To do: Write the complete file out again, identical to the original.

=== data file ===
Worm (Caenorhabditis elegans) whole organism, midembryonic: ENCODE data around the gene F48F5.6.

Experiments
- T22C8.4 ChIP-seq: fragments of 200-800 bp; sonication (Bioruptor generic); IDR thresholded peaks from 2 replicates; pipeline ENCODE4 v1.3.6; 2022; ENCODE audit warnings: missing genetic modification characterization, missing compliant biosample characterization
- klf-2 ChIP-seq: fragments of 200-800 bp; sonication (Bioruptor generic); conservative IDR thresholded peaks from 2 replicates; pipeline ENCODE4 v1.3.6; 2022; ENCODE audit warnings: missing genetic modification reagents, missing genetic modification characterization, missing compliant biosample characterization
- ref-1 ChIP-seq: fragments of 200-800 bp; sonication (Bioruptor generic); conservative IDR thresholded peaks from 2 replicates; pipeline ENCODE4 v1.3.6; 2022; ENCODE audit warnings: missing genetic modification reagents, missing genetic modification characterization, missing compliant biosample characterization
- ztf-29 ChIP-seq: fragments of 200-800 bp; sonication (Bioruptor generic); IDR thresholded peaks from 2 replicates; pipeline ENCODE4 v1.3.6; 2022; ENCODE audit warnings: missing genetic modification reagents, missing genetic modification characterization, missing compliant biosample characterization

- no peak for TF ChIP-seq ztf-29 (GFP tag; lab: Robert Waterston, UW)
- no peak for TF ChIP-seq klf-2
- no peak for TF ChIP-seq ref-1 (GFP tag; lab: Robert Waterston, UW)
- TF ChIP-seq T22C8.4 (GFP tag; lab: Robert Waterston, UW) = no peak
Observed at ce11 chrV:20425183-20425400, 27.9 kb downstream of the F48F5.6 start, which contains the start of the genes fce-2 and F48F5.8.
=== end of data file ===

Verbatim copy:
Worm (Caenorhabditis elegans) whole organism, midembryonic: ENCODE data around the gene F48F5.6.

Experiments
- T22C8.4 ChIP-seq: fragments of 200-800 bp; sonication (Bioruptor generic); IDR thresholded peaks from 2 replicates; pipeline ENCODE4 v1.3.6; 2022; ENCODE audit warnings: missing genetic modification characterization, missing compliant biosample characterization
- klf-2 ChIP-seq: fragments of 200-800 bp; sonication (Bioruptor generic); conservative IDR thresholded peaks from 2 replicates; pipeline ENCODE4 v1.3.6; 2022; ENCODE audit warnings: missing genetic modification reagents, missing genetic modification characterization, missing compliant biosample characterization
- ref-1 ChIP-seq: fragments of 200-800 bp; sonication (Bioruptor generic); conservative IDR thresholded peaks from 2 replicates; pipeline ENCODE4 v1.3.6; 2022; ENCODE audit warnings: missing genetic modification reagents, missing genetic modification characterization, missing compliant biosample characterization
- ztf-29 ChIP-seq: fragments of 200-800 bp; sonication (Bioruptor generic); IDR thresholded peaks from 2 replicates; pipeline ENCODE4 v1.3.6; 2022; ENCODE audit warnings: missing genetic modification reagents, missing genetic modification characterization, missing compliant biosample characterization

- no peak for TF ChIP-seq ztf-29 (GFP tag; lab: Robert Waterston, UW)
- no peak for TF ChIP-seq klf-2
- no peak for TF ChIP-seq ref-1 (GFP tag; lab: Robert Waterston, UW)
- TF ChIP-seq T22C8.4 (GFP tag; lab: Robert Waterston, UW) = no peak
Observed at ce11 chrV:20425183-20425400, 27.9 kb downstream of the F48F5.6 start, which contains the start of the genes fce-2 and F48F5.8.